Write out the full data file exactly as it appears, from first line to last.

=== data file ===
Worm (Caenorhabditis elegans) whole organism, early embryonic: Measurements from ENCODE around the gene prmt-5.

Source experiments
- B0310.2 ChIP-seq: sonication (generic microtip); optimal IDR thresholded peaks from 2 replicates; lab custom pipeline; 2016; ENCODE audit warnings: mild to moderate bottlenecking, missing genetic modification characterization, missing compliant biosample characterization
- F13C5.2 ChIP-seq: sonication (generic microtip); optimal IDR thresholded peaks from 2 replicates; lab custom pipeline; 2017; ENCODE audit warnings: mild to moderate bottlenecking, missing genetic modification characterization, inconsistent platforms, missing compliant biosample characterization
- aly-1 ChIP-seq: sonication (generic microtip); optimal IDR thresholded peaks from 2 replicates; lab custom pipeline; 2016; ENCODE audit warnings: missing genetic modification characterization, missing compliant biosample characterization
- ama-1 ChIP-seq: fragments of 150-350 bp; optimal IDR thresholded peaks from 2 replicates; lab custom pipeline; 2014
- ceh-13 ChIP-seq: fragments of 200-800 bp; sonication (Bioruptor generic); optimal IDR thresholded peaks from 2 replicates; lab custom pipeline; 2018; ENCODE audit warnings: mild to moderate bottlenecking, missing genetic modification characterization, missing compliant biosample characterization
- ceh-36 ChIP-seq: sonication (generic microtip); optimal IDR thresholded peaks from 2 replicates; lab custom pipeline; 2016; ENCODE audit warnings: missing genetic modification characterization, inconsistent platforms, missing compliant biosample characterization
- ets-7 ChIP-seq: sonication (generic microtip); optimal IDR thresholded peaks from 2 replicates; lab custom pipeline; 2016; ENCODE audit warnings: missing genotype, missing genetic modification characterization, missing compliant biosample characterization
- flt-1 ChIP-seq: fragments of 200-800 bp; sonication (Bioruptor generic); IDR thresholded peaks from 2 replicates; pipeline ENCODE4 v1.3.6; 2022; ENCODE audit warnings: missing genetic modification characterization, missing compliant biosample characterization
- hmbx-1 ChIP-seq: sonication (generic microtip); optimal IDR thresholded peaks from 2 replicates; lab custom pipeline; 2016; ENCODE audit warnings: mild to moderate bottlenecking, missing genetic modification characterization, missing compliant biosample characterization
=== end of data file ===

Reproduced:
Worm (Caenorhabditis elegans) whole organism, early embryonic: Measurements from ENCODE around the gene prmt-5.

Source experiments
- B0310.2 ChIP-seq: sonication (generic microtip); optimal IDR thresholded peaks from 2 replicates; lab custom pipeline; 2016; ENCODE audit warnings: mild to moderate bottlenecking, missing genetic modification characterization, missing compliant biosample characterization
- F13C5.2 ChIP-seq: sonication (generic microtip); optimal IDR thresholded peaks from 2 replicates; lab custom pipeline; 2017; ENCODE audit warnings: mild to moderate bottlenecking, missing genetic modification characterization, inconsistent platforms, missing compliant biosample characterization
- aly-1 ChIP-seq: sonication (generic microtip); optimal IDR thresholded peaks from 2 replicates; lab custom pipeline; 2016; ENCODE audit warnings: missing genetic modification characterization, missing compliant biosample characterization
- ama-1 ChIP-seq: fragments of 150-350 bp; optimal IDR thresholded peaks from 2 replicates; lab custom pipeline; 2014
- ceh-13 ChIP-seq: fragments of 200-800 bp; sonication (Bioruptor generic); optimal IDR thresholded peaks from 2 replicates; lab custom pipeline; 2018; ENCODE audit warnings: mild to moderate bottlenecking, missing genetic modification characterization, missing compliant biosample characterization
- ceh-36 ChIP-seq: sonication (generic microtip); optimal IDR thresholded peaks from 2 replicates; lab custom pipeline; 2016; ENCODE audit warnings: missing genetic modification characterization, inconsistent platforms, missing compliant biosample characterization
- ets-7 ChIP-seq: sonication (generic microtip); optimal IDR thresholded peaks from 2 replicates; lab custom pipeline; 2016; ENCODE audit warnings: missing genotype, missing genetic modification characterization, missing compliant biosample characterization
- flt-1 ChIP-seq: fragments of 200-800 bp; sonication (Bioruptor generic); IDR thresholded peaks from 2 replicates; pipeline ENCODE4 v1.3.6; 2022; ENCODE audit warnings: missing genetic modification characterization, missing compliant biosample characterization
- hmbx-1 ChIP-seq: sonication (generic microtip); optimal IDR thresholded peaks from 2 replicates; lab custom pipeline; 2016; ENCODE audit warnings: mild to moderate bottlenecking, missing genetic modification characterization, missing compliant biosample characterization